John Grisham receives first-ever National Book Festival Creative Achievement Award
With over 60 million copies in print worldwide in 29 langauges, John Grisham seemed overdue for some kind of award, and he finally received an impressive one--the first-ever Creative Achievement Award presented by the U.S. Librarian Of Congress since 1987, Dr. James Hadley Billington, to open the 2009 National Book Festival in Washington, D.C.. In a wide-ranging interview with Washington Post book critic Jonathan Yardley following the award ceremony, Grisham recalled his boyhood in the Deep South captured in his autobiographical novel A Painted House and described the racial tensions in Mississippi as James Meredith made his historic enrollment at Ole Miss that triggered race riots and killings and how those events changed his views and shaped his career as a criminal defense lawyer, reflected in his courtroom drama, Street Lawyer. Yardley and Grisham then plunged into a literary discussion of Mark Twain, Ernest Hemingway, William Faulkner, John Steinbeck, and Eudora Welty and Grisham's exploration of themes involving innocence and justice in his more recent work before Grisham introduced his new book of short stories (which happen to be somewhat long, as Grisham pointed out), Ford County (Doubleday; November, 2009). Acknowledging that his first novel, Time To Kill, was a disappointment, Grisham described reading Ken Follett, Jeffrey Archer, Robert Ludlum, and authors on the New York Times bestseller lists before finding commercial success with his second legal thriller, The Firm and developing his trademark editing, research, and writing craft. Turning to issues he champions, Grisham talked about his and his wife's Hurricane Katrina relief aid efforts and tackled the injustices of homelessness and other social issues before ending the interview with a description of his motivation for writing his first book of non-fiction, The Innocent Man and the challenges of researching the case. Grisham then took questions from the audience about his book dedications; whether he would ever get on his soap box again and write more non-fiction; and the significance of Christian themes in his work. Grisham wrapped the book event with questions on the inspiration for 'Skipping Christmas and his research in Bologna, Italy, for The Broker.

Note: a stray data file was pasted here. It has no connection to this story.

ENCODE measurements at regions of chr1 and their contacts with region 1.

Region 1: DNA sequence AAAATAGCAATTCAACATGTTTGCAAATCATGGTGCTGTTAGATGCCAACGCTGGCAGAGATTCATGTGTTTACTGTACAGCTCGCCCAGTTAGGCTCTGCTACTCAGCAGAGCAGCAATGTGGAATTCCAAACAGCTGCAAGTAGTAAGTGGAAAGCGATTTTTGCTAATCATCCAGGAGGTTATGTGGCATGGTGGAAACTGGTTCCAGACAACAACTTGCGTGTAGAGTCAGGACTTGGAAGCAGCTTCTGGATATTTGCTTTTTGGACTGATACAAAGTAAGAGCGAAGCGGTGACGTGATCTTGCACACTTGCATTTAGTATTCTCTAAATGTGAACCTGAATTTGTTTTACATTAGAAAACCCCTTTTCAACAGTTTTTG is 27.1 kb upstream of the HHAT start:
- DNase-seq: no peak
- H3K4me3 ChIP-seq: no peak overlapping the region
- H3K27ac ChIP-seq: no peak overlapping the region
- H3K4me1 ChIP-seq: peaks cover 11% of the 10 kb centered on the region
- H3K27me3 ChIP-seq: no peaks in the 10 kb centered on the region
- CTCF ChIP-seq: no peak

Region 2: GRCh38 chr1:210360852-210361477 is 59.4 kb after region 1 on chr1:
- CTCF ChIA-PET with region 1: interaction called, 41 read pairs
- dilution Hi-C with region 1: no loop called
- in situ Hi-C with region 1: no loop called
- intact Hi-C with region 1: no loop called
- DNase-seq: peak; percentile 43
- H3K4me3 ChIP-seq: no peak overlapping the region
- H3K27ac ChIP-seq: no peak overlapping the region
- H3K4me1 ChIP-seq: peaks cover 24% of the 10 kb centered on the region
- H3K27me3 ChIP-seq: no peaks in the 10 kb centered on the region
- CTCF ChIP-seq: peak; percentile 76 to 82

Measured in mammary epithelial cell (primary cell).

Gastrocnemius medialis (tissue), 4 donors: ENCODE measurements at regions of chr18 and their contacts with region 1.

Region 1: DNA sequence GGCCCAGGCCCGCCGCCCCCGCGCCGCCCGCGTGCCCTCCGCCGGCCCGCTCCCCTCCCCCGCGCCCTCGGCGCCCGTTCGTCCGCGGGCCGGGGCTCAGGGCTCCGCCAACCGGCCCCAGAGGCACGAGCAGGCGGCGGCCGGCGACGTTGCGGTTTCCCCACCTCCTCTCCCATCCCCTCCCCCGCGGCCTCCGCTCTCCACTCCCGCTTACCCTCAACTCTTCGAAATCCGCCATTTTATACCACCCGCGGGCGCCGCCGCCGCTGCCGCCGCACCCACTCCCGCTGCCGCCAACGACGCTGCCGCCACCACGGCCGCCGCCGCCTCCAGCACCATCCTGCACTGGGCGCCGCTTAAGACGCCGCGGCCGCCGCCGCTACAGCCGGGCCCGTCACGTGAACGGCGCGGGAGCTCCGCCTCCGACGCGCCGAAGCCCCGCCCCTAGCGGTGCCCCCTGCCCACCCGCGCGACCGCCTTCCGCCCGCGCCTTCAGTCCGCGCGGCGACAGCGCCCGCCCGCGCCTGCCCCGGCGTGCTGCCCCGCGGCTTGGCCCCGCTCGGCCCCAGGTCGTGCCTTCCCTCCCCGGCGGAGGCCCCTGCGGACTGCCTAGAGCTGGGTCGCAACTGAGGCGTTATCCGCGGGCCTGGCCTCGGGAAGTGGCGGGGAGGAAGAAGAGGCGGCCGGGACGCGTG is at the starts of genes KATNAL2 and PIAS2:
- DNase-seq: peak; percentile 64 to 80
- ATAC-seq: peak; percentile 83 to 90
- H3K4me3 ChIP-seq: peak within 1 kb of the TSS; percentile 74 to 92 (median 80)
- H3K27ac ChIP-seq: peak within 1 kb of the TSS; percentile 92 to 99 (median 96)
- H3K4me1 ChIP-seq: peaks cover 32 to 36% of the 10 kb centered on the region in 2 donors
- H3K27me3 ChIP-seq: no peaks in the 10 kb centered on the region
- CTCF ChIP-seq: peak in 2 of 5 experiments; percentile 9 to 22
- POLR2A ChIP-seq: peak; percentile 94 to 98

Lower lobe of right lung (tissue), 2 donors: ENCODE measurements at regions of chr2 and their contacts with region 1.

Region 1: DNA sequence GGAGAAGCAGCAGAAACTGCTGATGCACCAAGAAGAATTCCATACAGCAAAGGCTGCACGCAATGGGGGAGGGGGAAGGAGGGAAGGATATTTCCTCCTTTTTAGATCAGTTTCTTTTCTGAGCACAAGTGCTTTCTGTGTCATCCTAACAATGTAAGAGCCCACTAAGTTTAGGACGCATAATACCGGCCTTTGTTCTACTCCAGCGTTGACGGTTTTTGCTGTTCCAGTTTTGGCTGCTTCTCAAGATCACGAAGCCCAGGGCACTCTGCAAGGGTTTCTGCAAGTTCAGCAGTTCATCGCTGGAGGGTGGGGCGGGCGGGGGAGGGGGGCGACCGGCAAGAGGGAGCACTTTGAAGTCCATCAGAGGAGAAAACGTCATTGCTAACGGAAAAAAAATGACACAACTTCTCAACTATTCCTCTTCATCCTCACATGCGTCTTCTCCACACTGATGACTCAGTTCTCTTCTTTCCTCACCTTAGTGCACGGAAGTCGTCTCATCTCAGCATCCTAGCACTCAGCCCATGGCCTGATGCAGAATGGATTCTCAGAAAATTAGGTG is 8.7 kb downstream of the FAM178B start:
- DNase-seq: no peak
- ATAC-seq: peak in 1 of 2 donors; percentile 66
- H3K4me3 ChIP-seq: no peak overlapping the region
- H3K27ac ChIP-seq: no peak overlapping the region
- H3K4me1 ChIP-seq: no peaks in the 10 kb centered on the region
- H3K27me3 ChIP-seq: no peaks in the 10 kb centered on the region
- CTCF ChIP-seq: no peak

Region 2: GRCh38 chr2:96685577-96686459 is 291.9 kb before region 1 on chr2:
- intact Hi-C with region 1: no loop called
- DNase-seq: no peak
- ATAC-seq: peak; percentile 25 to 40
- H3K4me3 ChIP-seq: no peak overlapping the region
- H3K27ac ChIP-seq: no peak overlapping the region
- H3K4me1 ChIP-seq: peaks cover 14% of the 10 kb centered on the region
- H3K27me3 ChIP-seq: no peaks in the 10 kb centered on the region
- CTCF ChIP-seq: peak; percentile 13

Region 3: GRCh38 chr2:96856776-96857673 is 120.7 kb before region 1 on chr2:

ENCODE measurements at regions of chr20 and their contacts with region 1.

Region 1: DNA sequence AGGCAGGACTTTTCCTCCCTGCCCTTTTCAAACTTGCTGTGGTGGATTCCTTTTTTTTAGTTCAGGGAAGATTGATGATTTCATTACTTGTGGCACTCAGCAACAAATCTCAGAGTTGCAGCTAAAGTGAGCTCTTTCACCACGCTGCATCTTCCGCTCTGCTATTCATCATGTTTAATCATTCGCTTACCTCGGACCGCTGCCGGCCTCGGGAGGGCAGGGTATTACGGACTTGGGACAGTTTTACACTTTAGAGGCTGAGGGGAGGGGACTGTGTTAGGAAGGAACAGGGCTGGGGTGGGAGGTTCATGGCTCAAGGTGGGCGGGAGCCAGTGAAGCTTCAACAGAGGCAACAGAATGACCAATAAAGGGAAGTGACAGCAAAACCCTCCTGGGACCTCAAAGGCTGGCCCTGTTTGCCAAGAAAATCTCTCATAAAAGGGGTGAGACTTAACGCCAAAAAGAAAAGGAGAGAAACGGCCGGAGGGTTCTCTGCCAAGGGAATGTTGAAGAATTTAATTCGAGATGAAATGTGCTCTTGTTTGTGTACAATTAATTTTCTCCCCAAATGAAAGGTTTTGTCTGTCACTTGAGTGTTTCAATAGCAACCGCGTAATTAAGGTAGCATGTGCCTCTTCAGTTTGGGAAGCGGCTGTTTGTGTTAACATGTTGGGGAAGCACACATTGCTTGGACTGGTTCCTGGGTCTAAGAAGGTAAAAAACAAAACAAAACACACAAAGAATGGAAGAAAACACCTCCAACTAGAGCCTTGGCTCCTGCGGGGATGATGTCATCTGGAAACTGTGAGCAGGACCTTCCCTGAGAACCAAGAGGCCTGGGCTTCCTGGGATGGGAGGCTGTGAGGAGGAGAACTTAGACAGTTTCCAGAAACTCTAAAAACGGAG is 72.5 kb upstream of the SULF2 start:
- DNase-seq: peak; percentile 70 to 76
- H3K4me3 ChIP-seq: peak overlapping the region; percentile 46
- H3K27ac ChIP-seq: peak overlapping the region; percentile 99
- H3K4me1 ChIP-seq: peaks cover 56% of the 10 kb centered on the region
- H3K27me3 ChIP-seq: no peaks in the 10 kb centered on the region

Book and Author Headlines
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